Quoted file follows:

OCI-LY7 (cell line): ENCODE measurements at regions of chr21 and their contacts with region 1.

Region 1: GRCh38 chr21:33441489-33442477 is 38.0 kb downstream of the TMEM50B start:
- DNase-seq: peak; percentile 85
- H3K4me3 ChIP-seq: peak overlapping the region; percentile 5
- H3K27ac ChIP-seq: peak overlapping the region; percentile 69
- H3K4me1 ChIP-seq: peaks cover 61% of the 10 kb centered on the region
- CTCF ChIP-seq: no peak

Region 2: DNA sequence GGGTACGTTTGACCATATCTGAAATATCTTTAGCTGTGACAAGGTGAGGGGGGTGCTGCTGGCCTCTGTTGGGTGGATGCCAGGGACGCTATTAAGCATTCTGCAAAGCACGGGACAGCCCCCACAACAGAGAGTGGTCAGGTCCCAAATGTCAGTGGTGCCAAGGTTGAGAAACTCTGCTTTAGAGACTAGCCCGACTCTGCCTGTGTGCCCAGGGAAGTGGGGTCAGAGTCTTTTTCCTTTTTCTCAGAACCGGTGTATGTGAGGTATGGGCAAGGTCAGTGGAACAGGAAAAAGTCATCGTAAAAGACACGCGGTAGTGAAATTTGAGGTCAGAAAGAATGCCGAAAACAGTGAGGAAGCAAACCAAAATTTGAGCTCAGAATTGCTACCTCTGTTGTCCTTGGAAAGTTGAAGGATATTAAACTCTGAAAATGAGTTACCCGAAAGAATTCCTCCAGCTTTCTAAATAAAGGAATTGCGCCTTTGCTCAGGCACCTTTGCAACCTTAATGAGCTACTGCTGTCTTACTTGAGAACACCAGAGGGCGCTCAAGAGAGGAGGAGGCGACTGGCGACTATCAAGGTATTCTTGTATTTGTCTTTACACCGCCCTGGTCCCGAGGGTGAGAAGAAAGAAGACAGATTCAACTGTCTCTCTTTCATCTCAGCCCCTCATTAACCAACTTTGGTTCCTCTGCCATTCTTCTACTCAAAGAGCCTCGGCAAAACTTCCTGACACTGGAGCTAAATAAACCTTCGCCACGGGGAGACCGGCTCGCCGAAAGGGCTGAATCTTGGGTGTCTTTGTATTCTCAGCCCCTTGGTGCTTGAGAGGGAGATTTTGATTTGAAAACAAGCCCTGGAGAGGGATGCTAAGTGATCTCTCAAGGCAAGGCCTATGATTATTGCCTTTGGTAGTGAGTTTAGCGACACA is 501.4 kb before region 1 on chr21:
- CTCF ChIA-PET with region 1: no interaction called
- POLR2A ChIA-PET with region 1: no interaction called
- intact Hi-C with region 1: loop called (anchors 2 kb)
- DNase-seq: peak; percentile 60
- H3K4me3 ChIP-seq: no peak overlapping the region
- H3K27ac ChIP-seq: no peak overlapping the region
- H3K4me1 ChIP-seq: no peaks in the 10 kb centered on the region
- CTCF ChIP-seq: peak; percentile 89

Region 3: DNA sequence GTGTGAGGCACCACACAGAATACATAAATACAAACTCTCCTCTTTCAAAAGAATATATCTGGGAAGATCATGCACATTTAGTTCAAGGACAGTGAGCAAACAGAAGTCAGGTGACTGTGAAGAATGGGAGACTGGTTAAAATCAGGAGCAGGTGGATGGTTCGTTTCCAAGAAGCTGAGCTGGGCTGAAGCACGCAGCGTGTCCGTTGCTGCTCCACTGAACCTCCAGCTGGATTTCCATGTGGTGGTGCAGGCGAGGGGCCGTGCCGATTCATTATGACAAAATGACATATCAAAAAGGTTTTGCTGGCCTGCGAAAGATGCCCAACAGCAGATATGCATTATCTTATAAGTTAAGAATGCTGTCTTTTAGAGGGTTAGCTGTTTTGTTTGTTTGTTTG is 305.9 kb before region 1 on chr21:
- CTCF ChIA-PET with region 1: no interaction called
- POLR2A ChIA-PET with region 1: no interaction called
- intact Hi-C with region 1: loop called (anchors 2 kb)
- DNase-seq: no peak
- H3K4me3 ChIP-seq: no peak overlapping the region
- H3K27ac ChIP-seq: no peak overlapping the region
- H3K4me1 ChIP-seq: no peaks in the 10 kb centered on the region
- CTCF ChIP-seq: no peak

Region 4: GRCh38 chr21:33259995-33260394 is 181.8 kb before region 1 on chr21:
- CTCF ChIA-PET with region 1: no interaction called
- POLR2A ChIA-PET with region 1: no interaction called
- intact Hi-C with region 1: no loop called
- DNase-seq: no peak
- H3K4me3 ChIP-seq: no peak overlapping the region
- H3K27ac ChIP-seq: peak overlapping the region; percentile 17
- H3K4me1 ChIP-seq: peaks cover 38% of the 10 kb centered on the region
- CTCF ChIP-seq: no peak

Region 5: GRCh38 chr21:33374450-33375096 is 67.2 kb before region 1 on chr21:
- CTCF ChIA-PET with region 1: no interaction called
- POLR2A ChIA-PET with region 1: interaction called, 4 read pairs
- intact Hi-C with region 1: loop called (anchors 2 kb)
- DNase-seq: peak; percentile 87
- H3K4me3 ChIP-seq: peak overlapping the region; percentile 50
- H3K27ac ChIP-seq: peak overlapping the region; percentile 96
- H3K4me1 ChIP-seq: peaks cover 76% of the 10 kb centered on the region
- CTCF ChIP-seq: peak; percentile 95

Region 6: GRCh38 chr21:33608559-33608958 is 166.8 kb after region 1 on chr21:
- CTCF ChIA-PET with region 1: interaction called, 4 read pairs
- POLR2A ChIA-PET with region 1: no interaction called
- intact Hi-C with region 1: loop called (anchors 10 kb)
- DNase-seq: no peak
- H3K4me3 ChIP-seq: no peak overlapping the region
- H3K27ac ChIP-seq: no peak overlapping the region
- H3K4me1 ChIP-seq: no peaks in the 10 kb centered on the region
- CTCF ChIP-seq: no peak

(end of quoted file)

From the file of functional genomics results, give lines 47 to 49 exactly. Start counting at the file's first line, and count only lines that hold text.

- intact Hi-C with region 1: loop called (anchors 10 kb)
- DNase-seq: no peak
- H3K4me3 ChIP-seq: no peak overlapping the region